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Enoch Oladé Aboh, Maria Teresa Guasti, and Ian Roberts

Print publication date: 2014

Print ISBN-13: 9780199945269

Published to Oxford Scholarship Online: January 2014

DOI: 10.1093/acprof:oso/9780199945269.001.0001

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PRINTED FROM OXFORD SCHOLARSHIP ONLINE (www.oxfordscholarship.com). (c) Copyright Oxford University Press, 2019. All Rights Reserved. An individual user may print out a PDF of a single chapter of a monograph in OSO for personal use. date: 13 December 2019

The Left Periphery and Agrammatism

The Left Periphery and Agrammatism

Wh-extractions in Danish

(p.254) Chapter 10 The Left Periphery and Agrammatism

Anne Mette Nyvad

Ken Ramshøj Christensen

Sten Vikner

Oxford University Press

Data from a study on the comprehension of short and long extractions by four Danish agrammatic patients reveal an interesting asymmetry between subject and object extraction that cannot be explained with canonicity or with trace deletion. It is argued that three crucial linguistic distinctions are required: namely, A-movement (impaired) vs. A-bar-movement (not impaired); main clause CP vs. embedded clause CP (impaired); and subject vs. object. In simple clauses, object extraction is most impaired, whereas in embedded clauses the pattern is reversed. Together these distinctions provide an account of the inverse asymmetries resembling the *that-trace pattern.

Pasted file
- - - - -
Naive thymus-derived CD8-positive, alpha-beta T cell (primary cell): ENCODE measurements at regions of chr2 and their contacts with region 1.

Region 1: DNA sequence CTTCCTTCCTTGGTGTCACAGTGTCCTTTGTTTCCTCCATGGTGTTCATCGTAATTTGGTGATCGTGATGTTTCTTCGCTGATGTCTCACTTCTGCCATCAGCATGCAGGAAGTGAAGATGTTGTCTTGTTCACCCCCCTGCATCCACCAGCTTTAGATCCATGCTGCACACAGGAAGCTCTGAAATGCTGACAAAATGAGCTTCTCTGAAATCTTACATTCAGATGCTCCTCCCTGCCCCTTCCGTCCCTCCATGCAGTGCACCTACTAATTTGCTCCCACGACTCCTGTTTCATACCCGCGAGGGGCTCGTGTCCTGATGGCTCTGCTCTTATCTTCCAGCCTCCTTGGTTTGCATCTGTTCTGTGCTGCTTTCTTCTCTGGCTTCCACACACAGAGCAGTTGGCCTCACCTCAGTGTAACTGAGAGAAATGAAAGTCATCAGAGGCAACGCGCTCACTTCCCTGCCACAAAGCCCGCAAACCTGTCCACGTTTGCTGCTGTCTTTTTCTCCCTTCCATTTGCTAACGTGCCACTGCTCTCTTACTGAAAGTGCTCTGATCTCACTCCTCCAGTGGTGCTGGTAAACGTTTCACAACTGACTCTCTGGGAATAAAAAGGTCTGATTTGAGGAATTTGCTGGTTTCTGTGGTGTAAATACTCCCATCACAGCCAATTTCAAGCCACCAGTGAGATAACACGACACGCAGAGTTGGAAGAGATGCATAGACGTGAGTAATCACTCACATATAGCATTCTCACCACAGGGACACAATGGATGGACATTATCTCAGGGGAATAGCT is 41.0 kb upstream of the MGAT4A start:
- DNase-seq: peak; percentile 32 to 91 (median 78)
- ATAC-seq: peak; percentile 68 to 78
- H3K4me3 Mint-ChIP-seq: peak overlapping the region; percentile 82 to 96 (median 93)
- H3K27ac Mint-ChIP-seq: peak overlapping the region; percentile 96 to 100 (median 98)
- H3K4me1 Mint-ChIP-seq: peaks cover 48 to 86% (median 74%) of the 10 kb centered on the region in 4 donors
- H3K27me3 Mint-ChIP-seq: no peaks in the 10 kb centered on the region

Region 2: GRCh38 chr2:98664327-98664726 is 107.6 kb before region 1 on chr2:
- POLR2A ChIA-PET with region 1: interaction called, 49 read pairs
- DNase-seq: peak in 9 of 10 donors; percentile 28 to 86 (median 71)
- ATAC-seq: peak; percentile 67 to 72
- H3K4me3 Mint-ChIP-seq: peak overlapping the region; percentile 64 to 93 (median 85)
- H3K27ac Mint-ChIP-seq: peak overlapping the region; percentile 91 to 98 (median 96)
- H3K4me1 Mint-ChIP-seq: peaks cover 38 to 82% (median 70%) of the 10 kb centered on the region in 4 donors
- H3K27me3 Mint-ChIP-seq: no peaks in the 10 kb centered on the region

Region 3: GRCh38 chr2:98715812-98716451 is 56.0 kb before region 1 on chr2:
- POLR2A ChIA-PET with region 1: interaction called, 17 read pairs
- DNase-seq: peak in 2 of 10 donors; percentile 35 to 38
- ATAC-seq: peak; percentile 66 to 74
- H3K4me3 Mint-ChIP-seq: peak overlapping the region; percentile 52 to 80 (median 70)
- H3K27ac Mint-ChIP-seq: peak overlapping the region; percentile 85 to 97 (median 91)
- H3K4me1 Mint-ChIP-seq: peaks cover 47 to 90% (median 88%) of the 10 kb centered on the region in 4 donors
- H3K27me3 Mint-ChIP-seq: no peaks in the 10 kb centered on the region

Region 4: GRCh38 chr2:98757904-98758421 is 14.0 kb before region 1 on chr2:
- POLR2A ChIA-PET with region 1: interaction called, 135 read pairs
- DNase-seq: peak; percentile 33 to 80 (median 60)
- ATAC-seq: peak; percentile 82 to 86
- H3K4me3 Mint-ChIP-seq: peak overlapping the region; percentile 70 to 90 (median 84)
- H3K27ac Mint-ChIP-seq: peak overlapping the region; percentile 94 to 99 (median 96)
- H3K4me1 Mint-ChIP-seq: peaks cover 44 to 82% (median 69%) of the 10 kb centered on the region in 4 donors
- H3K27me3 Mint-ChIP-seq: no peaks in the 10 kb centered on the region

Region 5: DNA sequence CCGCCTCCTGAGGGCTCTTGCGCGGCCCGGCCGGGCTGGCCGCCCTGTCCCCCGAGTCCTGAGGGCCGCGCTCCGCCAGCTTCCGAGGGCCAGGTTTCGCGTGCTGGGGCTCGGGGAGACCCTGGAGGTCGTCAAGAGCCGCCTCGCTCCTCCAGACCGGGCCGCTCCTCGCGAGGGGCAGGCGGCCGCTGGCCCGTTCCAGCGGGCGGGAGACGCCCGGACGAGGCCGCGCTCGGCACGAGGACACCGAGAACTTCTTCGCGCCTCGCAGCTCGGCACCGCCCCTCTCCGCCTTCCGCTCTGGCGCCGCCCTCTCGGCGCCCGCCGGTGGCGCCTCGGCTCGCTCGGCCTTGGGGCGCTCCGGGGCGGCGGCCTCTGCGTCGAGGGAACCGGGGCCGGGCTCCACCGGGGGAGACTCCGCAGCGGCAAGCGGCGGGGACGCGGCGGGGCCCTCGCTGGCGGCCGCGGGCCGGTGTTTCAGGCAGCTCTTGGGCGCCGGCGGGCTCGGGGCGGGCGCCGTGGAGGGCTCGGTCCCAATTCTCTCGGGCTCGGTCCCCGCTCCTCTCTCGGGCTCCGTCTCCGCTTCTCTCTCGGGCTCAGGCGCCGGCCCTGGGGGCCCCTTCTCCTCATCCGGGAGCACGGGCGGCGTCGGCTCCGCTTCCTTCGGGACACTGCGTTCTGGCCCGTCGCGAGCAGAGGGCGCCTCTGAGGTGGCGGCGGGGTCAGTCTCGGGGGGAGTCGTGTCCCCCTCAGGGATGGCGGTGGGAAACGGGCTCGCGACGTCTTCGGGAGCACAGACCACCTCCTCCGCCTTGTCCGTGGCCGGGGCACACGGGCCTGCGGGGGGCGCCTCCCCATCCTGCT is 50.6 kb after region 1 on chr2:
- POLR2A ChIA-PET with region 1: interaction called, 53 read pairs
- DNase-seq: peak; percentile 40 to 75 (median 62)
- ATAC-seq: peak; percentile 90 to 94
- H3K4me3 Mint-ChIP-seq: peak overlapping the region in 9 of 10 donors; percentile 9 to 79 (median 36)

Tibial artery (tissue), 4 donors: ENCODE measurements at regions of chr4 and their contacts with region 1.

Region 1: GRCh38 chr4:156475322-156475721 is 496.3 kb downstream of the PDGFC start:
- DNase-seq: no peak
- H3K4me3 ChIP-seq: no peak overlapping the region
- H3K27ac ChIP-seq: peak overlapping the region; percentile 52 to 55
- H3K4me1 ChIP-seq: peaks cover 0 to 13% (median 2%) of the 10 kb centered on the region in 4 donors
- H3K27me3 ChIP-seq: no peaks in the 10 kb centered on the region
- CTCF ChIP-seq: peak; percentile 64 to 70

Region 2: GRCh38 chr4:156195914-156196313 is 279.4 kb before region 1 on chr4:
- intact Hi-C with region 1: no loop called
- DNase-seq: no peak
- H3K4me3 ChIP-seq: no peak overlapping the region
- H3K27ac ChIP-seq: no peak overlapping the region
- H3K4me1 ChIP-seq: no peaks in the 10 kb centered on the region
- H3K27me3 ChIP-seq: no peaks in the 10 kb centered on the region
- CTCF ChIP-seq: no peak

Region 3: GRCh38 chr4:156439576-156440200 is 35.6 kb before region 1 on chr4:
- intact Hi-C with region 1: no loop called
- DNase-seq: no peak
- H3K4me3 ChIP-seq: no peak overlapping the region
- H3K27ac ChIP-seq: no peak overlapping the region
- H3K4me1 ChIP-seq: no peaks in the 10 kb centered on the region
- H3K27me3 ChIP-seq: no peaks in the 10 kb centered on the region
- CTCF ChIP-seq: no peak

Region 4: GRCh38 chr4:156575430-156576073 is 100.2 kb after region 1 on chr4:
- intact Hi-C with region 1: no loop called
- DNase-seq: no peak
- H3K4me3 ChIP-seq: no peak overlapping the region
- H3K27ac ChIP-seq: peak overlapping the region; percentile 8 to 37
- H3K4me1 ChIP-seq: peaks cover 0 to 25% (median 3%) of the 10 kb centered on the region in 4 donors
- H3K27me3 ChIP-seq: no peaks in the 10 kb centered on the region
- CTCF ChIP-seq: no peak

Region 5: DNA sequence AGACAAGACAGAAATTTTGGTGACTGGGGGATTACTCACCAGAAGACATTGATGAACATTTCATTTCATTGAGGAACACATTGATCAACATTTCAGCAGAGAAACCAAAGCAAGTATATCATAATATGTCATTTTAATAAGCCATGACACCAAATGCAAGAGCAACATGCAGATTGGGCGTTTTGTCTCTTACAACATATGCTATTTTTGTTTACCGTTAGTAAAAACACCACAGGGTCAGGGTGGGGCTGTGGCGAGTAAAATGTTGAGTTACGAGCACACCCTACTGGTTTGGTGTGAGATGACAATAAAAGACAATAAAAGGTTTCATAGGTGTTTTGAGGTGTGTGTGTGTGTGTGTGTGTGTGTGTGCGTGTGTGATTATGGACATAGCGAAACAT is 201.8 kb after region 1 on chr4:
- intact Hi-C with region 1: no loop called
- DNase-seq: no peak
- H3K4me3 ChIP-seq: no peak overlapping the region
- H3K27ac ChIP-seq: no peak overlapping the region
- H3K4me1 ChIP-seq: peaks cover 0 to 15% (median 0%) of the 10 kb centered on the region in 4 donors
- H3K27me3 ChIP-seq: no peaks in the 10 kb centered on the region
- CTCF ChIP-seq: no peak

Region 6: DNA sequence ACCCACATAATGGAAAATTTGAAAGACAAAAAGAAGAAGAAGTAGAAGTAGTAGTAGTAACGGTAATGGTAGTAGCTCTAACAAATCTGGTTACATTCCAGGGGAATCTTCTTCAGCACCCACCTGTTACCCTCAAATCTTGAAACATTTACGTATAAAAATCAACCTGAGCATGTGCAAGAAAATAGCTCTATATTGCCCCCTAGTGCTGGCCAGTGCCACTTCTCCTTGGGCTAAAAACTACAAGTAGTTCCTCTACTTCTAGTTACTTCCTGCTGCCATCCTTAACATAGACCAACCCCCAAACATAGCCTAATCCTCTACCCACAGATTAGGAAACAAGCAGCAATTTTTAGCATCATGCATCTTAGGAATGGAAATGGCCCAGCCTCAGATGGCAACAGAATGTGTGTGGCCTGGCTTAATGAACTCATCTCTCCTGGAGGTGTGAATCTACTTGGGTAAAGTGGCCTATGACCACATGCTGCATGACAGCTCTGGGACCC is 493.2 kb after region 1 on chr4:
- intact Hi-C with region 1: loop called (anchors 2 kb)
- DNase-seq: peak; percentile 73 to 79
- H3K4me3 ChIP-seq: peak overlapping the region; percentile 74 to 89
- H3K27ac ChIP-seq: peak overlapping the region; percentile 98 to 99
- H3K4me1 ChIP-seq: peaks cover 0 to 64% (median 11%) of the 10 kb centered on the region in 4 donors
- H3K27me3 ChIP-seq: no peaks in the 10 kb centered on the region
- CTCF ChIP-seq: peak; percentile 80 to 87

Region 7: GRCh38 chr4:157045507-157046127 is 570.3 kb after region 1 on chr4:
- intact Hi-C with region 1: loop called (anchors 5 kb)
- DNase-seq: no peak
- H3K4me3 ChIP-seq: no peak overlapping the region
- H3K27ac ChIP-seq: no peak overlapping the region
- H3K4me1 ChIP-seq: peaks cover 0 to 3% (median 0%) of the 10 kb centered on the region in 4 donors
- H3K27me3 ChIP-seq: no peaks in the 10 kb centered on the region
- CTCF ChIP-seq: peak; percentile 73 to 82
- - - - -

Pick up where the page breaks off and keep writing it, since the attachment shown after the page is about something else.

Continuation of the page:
Keywords:   subject/object asymmetry, trace-deletion hypothesis, wh-in-situ, tree pruning hypothesis, active/passive contrast, D-linking, cleft, wh-movement, A-movement, A’-movement

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